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SHELTER IN MAKING HAVEN
by Brad Balfour
Copyright ©2006 PopEntertainment.com. All rights reserved.
September 12, 2006.
For actress Zoë
Saldana making the indie film Haven had a lot to do with
confronting her roots as being of Caribbean descent. While she's been
through the drill of characters of her age and ethnicity such as Center
Stage and Drumline which put the spotlight on her career,
Haven gave her a chance to really grapple with the nitty gritty of a
character and a culture.
Working with first
time feature director Frank E. Flowers, she got to work in a great place,
Grand Cayman Island, and with an ensemble of fine actors from Anthony
Mackie to Orlando Bloom. In Haven, Saldana plays Andrea, the
gorgeous teenage daughter of a prominent local businessman who falls in
love with Shy (Bloom) a poor fisherman who hangs out with other street
kids in town and not someone her dad or older brother (Mackie) approve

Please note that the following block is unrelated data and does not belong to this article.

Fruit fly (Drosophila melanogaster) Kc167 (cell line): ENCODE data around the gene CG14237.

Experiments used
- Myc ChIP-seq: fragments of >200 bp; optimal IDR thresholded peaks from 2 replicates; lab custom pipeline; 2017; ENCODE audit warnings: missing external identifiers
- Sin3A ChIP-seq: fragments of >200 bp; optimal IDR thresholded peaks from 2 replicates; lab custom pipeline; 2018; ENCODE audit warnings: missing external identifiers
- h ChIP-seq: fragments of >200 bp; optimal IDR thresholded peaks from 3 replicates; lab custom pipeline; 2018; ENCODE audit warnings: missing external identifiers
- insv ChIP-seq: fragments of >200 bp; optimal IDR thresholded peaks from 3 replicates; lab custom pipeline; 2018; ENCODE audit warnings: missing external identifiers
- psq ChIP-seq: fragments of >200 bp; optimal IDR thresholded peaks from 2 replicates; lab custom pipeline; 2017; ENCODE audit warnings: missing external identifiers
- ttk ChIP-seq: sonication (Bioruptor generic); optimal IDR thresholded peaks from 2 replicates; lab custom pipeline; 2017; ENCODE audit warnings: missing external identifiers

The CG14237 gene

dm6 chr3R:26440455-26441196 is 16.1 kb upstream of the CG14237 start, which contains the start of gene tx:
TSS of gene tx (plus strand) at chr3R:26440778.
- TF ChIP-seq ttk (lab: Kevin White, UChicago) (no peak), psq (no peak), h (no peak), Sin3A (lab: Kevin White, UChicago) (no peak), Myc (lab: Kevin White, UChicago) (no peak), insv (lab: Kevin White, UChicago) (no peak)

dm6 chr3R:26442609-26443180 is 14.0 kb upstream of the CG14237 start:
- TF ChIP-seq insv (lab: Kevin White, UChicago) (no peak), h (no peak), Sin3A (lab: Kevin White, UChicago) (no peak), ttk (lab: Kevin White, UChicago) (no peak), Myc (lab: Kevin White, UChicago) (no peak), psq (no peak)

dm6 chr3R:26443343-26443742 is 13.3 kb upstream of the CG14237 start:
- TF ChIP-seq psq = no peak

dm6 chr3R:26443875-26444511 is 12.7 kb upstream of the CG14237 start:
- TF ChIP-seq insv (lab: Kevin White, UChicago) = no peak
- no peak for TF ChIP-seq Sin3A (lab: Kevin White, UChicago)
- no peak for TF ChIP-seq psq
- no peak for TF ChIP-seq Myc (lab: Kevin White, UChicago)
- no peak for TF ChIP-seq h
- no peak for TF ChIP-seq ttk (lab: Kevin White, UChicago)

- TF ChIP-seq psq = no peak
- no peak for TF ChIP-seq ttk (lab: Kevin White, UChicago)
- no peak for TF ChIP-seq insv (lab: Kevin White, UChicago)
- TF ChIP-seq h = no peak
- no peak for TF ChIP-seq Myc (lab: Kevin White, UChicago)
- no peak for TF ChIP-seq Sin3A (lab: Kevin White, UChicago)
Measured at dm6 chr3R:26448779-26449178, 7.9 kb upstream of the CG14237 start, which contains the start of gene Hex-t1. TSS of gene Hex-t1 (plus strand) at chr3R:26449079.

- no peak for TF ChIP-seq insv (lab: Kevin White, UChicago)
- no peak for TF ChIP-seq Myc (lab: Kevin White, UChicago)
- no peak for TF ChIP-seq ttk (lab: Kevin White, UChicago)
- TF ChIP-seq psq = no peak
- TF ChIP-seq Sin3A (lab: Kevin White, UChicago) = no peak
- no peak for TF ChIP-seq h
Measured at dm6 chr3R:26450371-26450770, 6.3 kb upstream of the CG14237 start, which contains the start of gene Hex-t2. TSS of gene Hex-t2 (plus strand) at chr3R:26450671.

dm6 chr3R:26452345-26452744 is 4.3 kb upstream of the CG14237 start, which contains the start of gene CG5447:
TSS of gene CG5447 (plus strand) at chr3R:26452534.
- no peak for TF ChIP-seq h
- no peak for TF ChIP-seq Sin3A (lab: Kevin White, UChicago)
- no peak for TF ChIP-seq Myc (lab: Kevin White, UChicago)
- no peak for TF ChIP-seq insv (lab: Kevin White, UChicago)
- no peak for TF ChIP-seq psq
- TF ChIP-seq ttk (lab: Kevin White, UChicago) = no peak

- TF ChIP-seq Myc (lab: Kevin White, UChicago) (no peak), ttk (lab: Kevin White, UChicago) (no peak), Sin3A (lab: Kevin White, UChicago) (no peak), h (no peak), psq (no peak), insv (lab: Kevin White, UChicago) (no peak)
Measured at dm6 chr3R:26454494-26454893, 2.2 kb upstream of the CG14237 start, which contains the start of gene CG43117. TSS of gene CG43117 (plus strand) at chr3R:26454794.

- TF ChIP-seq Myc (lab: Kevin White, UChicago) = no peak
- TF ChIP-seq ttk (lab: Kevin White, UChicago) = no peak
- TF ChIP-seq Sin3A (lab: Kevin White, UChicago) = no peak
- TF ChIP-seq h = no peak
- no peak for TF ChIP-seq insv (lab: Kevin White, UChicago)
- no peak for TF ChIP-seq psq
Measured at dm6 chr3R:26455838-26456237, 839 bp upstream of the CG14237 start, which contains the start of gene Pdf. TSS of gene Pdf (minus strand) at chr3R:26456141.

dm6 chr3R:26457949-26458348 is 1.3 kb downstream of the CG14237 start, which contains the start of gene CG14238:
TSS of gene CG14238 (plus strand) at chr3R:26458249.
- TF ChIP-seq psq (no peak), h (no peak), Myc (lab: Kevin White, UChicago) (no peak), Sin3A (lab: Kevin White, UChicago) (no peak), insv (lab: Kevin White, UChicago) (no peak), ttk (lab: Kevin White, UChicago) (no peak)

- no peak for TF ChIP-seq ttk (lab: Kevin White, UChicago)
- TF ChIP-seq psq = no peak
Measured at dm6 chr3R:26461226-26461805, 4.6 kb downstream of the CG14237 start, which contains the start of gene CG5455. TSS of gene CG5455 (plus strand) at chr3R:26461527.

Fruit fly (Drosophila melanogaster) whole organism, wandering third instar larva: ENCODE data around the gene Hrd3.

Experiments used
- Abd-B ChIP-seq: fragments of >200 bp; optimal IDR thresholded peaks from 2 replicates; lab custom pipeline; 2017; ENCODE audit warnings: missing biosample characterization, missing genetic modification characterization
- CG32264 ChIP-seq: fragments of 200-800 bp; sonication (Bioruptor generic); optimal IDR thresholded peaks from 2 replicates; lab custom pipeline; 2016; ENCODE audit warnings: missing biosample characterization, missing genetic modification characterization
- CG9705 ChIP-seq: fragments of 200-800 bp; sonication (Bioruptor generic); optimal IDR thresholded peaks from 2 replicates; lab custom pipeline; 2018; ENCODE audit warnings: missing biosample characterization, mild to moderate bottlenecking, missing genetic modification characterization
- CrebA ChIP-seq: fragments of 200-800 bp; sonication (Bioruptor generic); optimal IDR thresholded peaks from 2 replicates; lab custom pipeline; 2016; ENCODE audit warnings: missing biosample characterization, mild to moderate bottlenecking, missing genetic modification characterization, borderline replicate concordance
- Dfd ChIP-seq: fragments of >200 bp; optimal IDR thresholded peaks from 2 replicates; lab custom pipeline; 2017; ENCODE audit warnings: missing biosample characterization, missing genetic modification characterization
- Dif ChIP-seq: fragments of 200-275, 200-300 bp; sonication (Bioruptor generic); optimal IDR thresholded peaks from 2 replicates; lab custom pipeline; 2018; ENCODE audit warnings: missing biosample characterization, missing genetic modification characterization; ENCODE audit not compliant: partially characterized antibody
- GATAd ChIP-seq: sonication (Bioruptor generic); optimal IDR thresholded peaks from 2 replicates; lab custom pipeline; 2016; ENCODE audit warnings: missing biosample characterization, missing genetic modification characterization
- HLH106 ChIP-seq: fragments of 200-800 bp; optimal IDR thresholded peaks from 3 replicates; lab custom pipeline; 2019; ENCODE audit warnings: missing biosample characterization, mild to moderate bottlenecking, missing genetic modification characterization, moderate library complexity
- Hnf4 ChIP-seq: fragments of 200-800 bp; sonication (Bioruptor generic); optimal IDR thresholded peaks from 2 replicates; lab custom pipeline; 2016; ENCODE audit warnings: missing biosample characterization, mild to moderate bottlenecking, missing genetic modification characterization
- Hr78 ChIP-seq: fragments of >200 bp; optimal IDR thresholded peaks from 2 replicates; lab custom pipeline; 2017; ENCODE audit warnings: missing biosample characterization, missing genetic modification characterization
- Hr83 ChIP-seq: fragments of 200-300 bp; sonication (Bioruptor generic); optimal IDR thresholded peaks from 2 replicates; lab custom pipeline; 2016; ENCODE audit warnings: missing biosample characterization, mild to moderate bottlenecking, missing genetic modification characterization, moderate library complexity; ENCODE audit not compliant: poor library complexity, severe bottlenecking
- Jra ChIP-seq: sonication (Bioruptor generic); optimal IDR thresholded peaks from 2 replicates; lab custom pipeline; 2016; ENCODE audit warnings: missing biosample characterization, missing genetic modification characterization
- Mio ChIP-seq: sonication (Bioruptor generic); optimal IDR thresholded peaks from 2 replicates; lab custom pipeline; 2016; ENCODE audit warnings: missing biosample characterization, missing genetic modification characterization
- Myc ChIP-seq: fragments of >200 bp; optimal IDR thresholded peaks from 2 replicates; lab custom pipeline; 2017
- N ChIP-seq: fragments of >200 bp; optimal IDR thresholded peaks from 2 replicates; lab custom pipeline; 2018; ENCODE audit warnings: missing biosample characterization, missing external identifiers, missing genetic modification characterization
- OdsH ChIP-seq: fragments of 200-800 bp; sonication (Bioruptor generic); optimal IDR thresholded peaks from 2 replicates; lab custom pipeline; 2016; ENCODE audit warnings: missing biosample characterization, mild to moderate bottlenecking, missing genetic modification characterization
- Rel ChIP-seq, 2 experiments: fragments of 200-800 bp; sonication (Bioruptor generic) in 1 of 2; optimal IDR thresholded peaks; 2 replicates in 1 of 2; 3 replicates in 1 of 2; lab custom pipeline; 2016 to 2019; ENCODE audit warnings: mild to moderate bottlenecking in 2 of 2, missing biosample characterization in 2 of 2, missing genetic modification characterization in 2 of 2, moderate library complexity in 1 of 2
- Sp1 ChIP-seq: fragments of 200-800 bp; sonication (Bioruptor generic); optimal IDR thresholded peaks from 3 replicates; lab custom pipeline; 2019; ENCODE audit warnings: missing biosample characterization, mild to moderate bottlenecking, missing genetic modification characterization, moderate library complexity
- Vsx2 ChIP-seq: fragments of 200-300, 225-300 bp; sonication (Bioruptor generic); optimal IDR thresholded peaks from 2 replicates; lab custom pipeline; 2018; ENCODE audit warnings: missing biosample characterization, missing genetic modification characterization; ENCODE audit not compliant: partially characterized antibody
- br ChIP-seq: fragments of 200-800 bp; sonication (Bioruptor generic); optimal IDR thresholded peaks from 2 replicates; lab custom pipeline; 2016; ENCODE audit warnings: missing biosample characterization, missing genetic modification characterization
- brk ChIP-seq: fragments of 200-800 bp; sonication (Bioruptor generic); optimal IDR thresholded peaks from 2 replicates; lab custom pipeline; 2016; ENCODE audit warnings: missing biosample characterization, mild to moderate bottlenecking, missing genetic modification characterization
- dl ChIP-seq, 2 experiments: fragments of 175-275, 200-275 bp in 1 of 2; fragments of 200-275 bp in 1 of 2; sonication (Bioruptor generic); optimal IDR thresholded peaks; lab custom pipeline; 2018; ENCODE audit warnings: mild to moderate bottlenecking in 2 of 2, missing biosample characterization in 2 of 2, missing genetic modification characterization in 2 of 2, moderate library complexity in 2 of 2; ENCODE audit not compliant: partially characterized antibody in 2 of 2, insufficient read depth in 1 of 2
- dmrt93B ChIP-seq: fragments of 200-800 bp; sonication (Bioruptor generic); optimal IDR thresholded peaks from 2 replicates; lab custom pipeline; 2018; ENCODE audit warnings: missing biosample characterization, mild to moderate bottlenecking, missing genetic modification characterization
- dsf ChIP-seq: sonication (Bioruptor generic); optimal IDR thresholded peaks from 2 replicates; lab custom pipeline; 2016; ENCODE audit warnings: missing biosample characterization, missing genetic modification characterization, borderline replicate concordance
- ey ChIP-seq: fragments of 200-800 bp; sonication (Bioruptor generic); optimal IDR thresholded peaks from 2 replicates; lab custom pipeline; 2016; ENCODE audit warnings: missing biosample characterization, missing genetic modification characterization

Saldana has been
working with lots of young indie directors and getting the chance to make
films that mean something to her--and hopefully the audiences as well.
She's definitely a face to keep an eye on.
What attracted you
to this project? Was it shooting in the Caribbean, in the Grand Caymans?
I had already shot
that same year another film in Caribbean I knew how wonderful it is to
shoot there. I am of Caribbean descent and it was how touching the story
was to me and how real the characters were that made me highly interested
in being a part of this project.
Andrea comes from a rich family where her father is very protective of
her. Did the sheltered family situation have a degree of authenticity?
Definitely. I got
interested in Andrea because she was so hurt by the people she trusted the